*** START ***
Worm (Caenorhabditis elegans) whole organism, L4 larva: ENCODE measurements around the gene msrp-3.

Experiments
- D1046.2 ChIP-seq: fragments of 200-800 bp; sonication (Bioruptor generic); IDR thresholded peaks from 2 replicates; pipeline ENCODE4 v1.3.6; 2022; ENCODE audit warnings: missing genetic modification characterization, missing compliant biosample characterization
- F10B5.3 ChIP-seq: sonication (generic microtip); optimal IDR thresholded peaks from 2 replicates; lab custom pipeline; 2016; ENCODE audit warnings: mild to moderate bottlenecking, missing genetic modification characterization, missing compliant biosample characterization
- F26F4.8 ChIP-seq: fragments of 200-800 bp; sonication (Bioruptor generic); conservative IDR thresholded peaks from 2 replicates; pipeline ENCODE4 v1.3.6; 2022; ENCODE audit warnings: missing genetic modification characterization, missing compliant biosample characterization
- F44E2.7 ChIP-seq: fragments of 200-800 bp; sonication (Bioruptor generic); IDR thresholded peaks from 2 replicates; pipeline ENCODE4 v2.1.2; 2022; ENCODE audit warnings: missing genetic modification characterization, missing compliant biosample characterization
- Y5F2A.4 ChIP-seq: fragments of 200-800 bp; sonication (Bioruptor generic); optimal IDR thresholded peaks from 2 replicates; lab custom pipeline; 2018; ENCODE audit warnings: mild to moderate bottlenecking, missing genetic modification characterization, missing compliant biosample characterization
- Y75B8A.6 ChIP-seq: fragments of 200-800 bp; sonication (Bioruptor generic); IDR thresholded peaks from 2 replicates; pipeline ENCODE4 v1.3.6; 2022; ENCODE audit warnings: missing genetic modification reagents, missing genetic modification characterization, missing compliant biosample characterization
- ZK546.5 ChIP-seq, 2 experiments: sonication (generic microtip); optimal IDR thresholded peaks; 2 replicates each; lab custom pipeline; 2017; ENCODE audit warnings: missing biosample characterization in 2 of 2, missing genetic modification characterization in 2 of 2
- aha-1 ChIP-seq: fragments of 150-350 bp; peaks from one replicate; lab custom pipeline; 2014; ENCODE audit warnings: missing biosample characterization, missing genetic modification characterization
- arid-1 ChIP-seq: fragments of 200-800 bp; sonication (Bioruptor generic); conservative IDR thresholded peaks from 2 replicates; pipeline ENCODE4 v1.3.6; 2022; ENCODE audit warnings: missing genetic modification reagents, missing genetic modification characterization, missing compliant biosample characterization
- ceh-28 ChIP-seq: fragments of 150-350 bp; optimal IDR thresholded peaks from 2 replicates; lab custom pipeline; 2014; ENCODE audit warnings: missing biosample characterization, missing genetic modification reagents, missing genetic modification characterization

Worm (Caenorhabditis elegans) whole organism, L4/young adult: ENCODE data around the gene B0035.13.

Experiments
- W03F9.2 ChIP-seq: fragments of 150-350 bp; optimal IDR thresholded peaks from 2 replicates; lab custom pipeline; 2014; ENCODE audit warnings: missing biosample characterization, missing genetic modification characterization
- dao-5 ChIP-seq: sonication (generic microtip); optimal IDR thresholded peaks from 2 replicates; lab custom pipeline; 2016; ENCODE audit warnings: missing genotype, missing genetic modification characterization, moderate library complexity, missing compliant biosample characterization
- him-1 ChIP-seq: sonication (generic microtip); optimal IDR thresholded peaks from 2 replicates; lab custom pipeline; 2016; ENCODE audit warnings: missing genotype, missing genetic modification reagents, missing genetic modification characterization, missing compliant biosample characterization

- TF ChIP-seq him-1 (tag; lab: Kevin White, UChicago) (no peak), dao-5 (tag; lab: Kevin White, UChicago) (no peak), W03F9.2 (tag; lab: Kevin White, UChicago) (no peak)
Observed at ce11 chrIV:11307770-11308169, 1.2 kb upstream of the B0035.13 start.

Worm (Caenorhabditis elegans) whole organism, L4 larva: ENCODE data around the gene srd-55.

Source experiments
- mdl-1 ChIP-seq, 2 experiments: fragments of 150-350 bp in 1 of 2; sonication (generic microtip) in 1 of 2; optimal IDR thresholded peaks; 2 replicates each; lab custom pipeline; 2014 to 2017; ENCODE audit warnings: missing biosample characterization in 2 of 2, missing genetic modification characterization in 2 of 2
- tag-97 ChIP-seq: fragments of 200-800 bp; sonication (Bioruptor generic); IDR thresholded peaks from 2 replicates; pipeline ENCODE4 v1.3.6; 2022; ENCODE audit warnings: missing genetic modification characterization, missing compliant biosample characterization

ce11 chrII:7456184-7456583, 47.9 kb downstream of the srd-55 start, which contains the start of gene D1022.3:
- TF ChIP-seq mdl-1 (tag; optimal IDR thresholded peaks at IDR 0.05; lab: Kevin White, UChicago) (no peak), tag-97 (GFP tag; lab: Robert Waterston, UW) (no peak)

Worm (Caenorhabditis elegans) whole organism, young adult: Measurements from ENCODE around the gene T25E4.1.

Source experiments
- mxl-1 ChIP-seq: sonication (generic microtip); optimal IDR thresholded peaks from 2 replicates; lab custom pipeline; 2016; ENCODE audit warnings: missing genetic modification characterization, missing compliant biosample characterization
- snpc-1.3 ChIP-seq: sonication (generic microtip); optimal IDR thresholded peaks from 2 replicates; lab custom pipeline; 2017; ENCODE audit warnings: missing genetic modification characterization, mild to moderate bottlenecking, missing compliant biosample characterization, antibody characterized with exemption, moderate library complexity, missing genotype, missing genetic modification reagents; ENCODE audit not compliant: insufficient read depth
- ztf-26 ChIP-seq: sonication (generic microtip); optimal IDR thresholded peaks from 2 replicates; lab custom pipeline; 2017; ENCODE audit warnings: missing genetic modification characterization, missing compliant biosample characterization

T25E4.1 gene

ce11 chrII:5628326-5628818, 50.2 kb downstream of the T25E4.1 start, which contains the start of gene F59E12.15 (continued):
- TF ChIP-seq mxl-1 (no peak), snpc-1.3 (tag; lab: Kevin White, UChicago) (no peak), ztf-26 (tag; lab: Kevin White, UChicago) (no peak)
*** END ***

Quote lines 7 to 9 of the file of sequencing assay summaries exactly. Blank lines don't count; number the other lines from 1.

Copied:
- Y5F2A.4 ChIP-seq: fragments of 200-800 bp; sonication (Bioruptor generic); optimal IDR thresholded peaks from 2 replicates; lab custom pipeline; 2018; ENCODE audit warnings: mild to moderate bottlenecking, missing genetic modification characterization, missing compliant biosample characterization
- Y75B8A.6 ChIP-seq: fragments of 200-800 bp; sonication (Bioruptor generic); IDR thresholded peaks from 2 replicates; pipeline ENCODE4 v1.3.6; 2022; ENCODE audit warnings: missing genetic modification reagents, missing genetic modification characterization, missing compliant biosample characterization
- ZK546.5 ChIP-seq, 2 experiments: sonication (generic microtip); optimal IDR thresholded peaks; 2 replicates each; lab custom pipeline; 2017; ENCODE audit warnings: missing biosample characterization in 2 of 2, missing genetic modification characterization in 2 of 2